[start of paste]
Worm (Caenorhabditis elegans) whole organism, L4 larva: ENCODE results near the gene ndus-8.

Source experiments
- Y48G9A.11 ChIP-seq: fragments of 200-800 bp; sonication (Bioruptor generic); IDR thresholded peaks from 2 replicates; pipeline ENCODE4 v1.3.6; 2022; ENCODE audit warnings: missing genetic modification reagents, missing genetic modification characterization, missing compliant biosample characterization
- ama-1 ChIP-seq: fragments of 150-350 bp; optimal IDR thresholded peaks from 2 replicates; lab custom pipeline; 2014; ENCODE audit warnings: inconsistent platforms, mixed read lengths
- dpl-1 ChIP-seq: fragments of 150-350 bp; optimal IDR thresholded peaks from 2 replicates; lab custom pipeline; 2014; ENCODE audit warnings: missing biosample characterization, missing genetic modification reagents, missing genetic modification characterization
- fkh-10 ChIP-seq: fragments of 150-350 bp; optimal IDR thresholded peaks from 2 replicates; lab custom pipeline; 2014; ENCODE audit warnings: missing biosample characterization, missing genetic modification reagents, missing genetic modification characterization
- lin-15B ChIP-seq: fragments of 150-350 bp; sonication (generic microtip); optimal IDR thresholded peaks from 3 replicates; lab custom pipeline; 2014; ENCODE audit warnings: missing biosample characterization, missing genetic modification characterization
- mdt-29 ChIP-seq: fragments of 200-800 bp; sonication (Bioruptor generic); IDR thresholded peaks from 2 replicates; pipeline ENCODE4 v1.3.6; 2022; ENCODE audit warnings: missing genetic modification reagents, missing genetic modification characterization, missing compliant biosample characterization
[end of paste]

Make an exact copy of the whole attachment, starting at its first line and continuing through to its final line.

Worm (Caenorhabditis elegans) whole organism, L4 larva: ENCODE results near the gene ndus-8.

Source experiments
- Y48G9A.11 ChIP-seq: fragments of 200-800 bp; sonication (Bioruptor generic); IDR thresholded peaks from 2 replicates; pipeline ENCODE4 v1.3.6; 2022; ENCODE audit warnings: missing genetic modification reagents, missing genetic modification characterization, missing compliant biosample characterization
- ama-1 ChIP-seq: fragments of 150-350 bp; optimal IDR thresholded peaks from 2 replicates; lab custom pipeline; 2014; ENCODE audit warnings: inconsistent platforms, mixed read lengths
- dpl-1 ChIP-seq: fragments of 150-350 bp; optimal IDR thresholded peaks from 2 replicates; lab custom pipeline; 2014; ENCODE audit warnings: missing biosample characterization, missing genetic modification reagents, missing genetic modification characterization
- fkh-10 ChIP-seq: fragments of 150-350 bp; optimal IDR thresholded peaks from 2 replicates; lab custom pipeline; 2014; ENCODE audit warnings: missing biosample characterization, missing genetic modification reagents, missing genetic modification characterization
- lin-15B ChIP-seq: fragments of 150-350 bp; sonication (generic microtip); optimal IDR thresholded peaks from 3 replicates; lab custom pipeline; 2014; ENCODE audit warnings: missing biosample characterization, missing genetic modification characterization
- mdt-29 ChIP-seq: fragments of 200-800 bp; sonication (Bioruptor generic); IDR thresholded peaks from 2 replicates; pipeline ENCODE4 v1.3.6; 2022; ENCODE audit warnings: missing genetic modification reagents, missing genetic modification characterization, missing compliant biosample characterization